By Amanda E.K.
The old lady on the boarding house porch rocked from 8-3:00 every day in her old blue wooden rocking chair. Sometimes she sang, but mostly she mumbled—incoherent lyrics or rhythmic phrases like a chant that she repeated from breakfast until tea.
The boarding house had nine rooms and was run by a matronly widow with no end to her generosity for taking in the sick at heart. She had extra special patience for the old lady, who’d roomed with her for the past fourteen years and never once caused a fuss. The old lady’s name was Jenny, and on Sundays Jenny entertained the boarder’s kids when they got home from church.
The Midwest heat settled into the cracks and splinters on the porch and rested in the laps of the three children as they clustered around the rocking chair to listen to Jenny’s stories. They preferred her stories to the ones they heard at church because the ones they heard at church were like the ones they heard at school, disguised as lessons.
Lisa—the youngest of the three—was thoughtful and asked Jenny why she smiled to herself, and why she spoke of a son she had no pictures of.
“He never did like his picture taken,” Jenny told the kids. “Even as a baby. Didn’t like mirrors either. Couldn’t tell himself from a stranger if he had to.”
“That’s ridiculous,” said Alice—nine years old and towheaded as a ghost. “Everybody knows who they are.”
“Not my Johnny,” Jenny said. “He’d tell you himself if he was here.”
“But he’s never here,” said Aaron—the middle child—who always felt a step behind his sisters. “Will we ever get to meet him?”
“He said he’d be here when I die,” said Jenny matter-of-fact. “So maybe tonight. Or could be three years down the road.”
Aaron gulped. “Ms. Jenny, do you really think you’ll die tonight?”
Jenny rocked and looked up at the sky. She bent her wrist and pulled a crumpled tissue from her sleeve. She dropped it in her lap, then bent her wrist again, plucked another tissue, then another, then one more.
“Why do you keep so many tissues?” Lisa asked. “You don’t have a runny nose.”
Jenny went on rocking as though she were deaf.
Aaron placed a hand on Jenny’s chair—gentle, like an introductory caress. Jenny gazed down at him, then stopped like she’d been paused.
“Johnny,” she said to Aaron, “Mommy doesn’t like it when you touch.”
Aaron frowned and hustled through the side door to the kitchen.
“Ms. Jenny, that’s our brother not your son,” said Alice with a laugh.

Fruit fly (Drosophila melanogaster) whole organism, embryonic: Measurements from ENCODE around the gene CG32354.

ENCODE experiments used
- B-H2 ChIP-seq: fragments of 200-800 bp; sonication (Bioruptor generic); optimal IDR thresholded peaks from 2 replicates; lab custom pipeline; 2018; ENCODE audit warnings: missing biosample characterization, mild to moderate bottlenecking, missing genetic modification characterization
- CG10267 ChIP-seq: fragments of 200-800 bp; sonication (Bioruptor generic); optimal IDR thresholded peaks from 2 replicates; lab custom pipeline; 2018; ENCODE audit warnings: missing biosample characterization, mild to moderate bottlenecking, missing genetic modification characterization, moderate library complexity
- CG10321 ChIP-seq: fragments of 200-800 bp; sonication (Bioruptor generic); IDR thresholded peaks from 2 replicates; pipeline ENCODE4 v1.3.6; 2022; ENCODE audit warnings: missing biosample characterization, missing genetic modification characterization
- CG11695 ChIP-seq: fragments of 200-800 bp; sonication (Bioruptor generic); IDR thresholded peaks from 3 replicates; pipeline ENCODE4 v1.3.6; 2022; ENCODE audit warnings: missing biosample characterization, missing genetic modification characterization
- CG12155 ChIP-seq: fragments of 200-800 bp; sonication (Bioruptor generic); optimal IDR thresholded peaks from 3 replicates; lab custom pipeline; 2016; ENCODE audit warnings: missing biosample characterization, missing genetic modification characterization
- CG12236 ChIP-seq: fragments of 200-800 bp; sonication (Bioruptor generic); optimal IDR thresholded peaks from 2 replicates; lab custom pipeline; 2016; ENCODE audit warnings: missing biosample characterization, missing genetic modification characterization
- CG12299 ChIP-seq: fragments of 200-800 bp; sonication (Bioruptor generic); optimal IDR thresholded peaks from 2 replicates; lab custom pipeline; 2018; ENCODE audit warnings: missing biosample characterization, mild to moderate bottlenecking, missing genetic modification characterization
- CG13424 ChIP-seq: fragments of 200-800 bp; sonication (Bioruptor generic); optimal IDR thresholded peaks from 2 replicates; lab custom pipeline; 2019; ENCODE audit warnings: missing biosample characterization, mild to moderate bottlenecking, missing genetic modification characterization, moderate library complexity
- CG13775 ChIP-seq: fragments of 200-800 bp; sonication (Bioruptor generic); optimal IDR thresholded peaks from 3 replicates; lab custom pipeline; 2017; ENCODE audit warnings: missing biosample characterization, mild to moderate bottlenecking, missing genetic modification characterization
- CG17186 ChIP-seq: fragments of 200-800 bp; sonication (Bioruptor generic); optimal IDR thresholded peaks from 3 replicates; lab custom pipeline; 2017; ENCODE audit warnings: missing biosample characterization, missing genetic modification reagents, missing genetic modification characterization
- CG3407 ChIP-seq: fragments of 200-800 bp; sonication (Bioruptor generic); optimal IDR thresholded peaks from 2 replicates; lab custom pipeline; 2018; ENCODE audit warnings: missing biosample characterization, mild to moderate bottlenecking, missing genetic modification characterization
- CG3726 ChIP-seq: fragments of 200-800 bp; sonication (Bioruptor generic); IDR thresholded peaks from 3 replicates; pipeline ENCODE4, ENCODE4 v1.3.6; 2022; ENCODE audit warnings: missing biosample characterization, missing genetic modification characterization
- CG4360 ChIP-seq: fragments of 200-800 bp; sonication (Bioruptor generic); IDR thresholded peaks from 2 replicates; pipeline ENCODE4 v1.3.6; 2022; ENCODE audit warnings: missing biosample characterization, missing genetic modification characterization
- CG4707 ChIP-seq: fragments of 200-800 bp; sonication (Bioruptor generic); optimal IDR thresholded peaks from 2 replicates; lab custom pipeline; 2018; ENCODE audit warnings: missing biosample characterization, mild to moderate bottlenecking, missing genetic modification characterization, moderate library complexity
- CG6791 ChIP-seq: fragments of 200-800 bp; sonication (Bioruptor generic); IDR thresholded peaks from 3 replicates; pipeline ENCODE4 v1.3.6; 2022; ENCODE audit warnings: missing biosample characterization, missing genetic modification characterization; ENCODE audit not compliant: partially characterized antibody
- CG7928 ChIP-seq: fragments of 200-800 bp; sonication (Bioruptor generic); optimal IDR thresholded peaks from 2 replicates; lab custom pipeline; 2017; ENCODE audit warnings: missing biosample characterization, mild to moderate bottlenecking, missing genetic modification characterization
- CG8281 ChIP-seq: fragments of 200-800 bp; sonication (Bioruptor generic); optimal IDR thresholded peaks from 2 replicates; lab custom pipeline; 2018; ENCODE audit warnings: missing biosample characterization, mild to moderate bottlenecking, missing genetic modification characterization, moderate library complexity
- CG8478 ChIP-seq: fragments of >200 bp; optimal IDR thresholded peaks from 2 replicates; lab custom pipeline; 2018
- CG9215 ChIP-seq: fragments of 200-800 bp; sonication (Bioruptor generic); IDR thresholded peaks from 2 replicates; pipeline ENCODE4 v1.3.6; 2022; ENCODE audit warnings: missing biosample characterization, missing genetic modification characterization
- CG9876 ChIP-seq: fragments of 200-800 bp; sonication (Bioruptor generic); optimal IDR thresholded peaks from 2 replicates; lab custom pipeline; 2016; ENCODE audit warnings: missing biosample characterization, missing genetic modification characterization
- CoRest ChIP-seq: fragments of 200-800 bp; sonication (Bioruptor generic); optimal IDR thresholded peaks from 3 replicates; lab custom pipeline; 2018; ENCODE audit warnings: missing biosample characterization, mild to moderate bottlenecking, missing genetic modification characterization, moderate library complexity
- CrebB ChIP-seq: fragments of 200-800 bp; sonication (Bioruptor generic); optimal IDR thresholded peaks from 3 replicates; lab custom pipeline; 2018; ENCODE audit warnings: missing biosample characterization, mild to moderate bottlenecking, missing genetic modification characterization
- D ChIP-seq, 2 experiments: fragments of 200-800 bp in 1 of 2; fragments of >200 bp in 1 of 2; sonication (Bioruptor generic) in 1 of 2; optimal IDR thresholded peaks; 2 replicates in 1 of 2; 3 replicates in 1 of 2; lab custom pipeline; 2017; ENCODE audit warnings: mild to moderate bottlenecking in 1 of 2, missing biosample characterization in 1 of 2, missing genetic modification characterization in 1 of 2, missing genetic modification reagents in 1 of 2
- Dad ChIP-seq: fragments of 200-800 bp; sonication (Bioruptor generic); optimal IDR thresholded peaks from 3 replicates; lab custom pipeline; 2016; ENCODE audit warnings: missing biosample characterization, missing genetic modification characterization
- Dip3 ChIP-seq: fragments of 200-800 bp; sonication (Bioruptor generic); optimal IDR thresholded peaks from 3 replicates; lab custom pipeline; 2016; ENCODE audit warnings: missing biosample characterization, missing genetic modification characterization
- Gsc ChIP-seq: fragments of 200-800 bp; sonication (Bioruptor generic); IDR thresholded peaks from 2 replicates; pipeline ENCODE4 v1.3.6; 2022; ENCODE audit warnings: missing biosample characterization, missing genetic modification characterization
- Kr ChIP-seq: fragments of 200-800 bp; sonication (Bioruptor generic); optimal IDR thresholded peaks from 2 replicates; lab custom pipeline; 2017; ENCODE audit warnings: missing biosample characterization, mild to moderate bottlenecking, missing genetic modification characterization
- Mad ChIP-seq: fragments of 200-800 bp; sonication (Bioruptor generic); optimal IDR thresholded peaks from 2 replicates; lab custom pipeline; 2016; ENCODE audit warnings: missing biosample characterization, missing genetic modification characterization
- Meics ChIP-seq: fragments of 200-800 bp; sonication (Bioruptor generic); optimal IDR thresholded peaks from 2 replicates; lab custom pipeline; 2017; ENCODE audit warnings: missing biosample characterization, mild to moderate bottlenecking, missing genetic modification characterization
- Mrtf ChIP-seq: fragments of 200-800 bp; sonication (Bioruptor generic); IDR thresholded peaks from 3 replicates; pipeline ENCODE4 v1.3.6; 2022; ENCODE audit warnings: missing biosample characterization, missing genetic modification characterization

Jenny smiled at the girls. Then, with her feet flat on the ground, she bent in half and grabbed the hems of her layered skirts. “I have friends in all sorts of places,” she said, her eyebrows raised. “Want to see?”
Alice giggled and Lisa shrugged.
Jenny lifted her skirts up to her knees and lay them there to rest.
“What’s she doing?” whispered Alice to her sister.
The girls could see that Jenny wore brown nylons. The nylons were filled with lumps.
“Ms. Jenny, what’ve you got down your tights?” asked Lisa, more curious now than ever.
Jenny looked giddy as though bursting with a secret. She patted her puffy shins. “These are my butterflies,” she said, sighing pleasantly and bundling up her tissues. She held them close to her face.
Her lips moved but she made no sound. None that the girls could hear at least, as close as they dared lean in. They made eyes at one another but stayed planted on the porch. They had no more use for questions. Only awe for this fantastic woman.
Jenny shredded the tissues like leaves for mulch and blew softly on the pile. “Look at them flutter,” she said. “Aren’t they free and pretty?” Then she gripped them in her fist, and with a flash of her wrists, stuffed them down a stockinged leg. “Ha!” she said with satisfaction. “Now they’ll stay like that all day.”
Amanda is a short fiction and freelance writer, and a member of the Knife Brothers writing group. Her work has been featured on the Denver Orbit podcast and on Mortified Live. She has stories in Suspect Press, Birdy, Jersey Devil Press, and the Punch Drunk Press Poetry anthology. She’s currently working on a memoir about the damaging effects of growing up in evangelical purity culture.